Project description:The pathogenesis of chronic thromboembolic pulmonary hypertension (CTEPH) is unknown. Histopathologic studies revealed that pulmonary vasculature lesions similar to idiopathic pulmonary arterial hypertension (PAH) existed in CTEPH patients as well. It's well-known that genetic predisposition plays an important role in the mechanism of PAH. So we hypothesized that PAH-causing gene mutation might exist in some CTEPH patients and act as a background to facilitate the development of CTEPH. In this study, we analyzed 7 PAH-causing genes including BMPR2, ACVRL1, ENG, SMAD9, CAV1, KCNK3, and CBLN2 in 49 CTEPH patients and 17 patients recovered from pulmonary embolism (PE) but without pulmonary hypertension(PH). The results showed that the nonsynonymous mutation rate in CTEPH patients is significantly higher than that in PE without PH patients (25 out of 49 (51%) CTEPH patients vs. 3 out of 17 PE without PH patients (18%); p = 0.022). Four CTEPH patients had the same point mutation in ACVRL1 exon 10 (c.1450C>G), a mutation approved to be associated with PH in a previous study. In addition, we identified two CTEPH associated SNPs (rs3739817 and rs55805125). Our results suggest that PAH-causing gene mutation might play an important role in the development of CTEPH.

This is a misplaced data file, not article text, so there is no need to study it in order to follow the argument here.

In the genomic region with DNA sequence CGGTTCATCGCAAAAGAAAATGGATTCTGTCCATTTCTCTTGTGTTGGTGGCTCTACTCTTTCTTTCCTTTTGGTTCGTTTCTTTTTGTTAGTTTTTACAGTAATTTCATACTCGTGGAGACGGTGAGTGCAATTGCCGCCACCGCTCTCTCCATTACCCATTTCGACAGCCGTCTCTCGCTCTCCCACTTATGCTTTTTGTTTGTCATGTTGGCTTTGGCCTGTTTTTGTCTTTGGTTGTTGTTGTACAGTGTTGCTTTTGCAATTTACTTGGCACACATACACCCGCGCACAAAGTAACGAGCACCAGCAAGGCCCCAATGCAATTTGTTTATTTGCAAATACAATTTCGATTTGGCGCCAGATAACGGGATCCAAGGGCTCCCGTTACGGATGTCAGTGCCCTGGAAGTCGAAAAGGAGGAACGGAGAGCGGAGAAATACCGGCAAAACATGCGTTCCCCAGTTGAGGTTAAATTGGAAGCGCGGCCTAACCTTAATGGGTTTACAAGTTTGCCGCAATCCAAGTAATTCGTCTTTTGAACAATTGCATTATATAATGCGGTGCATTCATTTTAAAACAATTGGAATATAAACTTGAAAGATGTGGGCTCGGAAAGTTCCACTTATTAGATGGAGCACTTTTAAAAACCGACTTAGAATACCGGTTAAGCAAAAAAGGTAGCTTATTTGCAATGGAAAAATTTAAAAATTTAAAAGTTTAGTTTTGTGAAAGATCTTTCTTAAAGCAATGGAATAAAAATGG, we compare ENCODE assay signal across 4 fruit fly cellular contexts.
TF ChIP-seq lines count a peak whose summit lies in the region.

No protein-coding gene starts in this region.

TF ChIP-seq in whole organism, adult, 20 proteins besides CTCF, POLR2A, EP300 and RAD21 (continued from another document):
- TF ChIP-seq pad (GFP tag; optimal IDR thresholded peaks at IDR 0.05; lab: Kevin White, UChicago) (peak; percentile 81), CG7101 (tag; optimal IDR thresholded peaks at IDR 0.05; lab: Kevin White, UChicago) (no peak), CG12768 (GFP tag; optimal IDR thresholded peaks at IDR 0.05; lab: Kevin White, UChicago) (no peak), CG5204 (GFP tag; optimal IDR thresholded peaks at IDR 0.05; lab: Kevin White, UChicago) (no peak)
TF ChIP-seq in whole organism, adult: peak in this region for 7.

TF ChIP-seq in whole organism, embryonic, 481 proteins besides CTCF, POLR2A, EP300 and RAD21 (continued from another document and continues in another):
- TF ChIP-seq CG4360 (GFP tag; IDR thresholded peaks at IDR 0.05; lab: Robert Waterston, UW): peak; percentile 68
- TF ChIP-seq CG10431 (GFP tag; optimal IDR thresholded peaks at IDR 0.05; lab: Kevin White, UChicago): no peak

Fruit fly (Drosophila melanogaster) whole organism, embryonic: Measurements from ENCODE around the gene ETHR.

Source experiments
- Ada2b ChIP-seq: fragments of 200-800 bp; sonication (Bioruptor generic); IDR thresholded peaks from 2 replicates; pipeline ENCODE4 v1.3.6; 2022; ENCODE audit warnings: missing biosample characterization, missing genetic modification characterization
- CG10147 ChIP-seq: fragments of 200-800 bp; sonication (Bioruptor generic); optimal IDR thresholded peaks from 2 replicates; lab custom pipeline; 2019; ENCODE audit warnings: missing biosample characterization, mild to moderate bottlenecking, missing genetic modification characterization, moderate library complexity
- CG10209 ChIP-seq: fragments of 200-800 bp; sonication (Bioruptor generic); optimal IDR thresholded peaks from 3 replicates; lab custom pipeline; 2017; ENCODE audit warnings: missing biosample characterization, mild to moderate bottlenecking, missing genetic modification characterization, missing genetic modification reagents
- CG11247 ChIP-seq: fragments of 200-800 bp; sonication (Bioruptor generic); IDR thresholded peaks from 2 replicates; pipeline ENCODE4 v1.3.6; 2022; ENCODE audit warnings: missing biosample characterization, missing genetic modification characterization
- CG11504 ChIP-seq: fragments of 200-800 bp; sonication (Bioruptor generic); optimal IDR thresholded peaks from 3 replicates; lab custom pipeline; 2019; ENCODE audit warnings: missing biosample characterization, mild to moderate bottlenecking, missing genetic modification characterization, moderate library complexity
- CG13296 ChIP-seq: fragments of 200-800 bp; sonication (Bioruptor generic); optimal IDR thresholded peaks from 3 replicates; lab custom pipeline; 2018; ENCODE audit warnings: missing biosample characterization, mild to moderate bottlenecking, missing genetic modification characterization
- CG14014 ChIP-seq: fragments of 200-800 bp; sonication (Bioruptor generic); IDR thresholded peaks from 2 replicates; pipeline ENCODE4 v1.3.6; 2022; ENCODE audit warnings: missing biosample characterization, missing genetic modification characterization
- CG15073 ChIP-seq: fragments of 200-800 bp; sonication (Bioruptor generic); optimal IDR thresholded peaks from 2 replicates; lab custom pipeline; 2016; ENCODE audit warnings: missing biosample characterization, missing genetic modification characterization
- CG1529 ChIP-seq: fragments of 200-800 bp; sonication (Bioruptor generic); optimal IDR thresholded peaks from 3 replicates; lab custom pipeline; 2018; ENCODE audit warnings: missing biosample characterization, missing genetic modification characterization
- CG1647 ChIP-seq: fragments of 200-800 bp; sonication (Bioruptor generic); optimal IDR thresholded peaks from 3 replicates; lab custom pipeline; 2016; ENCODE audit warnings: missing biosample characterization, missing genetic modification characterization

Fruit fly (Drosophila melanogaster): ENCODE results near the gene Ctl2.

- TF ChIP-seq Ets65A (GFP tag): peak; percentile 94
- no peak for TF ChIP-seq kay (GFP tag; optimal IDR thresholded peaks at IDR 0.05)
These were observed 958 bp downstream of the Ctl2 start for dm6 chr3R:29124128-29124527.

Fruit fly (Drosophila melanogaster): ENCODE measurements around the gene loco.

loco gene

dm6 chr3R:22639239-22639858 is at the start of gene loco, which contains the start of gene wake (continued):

Project description:PURPOSE:The aim of this study was to evaluate the vascular and parenchymal CT imaging findings, including vessel and cardiac chamber diameter measurements, in patients newly diagnosed with chronic thromboembolic pulmonary hypertension (CTEPH). The CT imaging findings were correlated with hemodynamic measurements and patient outcome. METHODS:Vascular and parenchymal CT findings were assessed on retrospectively ECG-gated MDCT angiography scans in 76 patients newly diagnosed with CTEPH. The diameters of the right and left ventricle (dRV, dLV), the right and left atrium (dRA, dLA), the ascending aorta (dAA), the right and left pulmonary arteries (drPA, dlPA), and the main pulmonary artery (dPA) were measured on axial CT scans. The CT imaging findings were correlated with demographic and hemodynamic data and adverse patient outcome due to right heart failure (RHF). RESULTS:The majority of patients showed chronic PE, mosaic perfusion, disparity in segmental vessel size, parenchymal densities, bronchial dilatation, and bronchial collaterals in CT. Mean pulmonary artery pressure (mPAP) was not significantly different in patients with and those without chronic PE, mosaic perfusion, disparity in segmental vessel size, parenchymal densities, bronchial dilatation, and bronchial collaterals. Mean PAP showed significant correlations with the CT metrics of dRV/dLV ratio, dRA, dRV, dPA and dPA/dAA ratio, but no correlation with the central thrombi score. By backward linear regression, the dPA/dAA ratio independently correlated with mPAP. Patients who died of RHF tended to have a higher frequency of exclusively chronic peripheral PE and greater dRV/dLV ratios on presenting CT scans compared with survivors. CONCLUSION:The majority of patients newly diagnosed with CTEPH show vascular signs of chronic PE, mosaic perfusion, parenchymal densities, disparity in segmental vessel size, bronchial dilatation, and bronchial collaterals on presenting CT scans. Particularly CTEPH patients with exclusively chronic peripheral PE and increased dRV/dLV ratios seem to be at risk of adverse outcome due to RHF.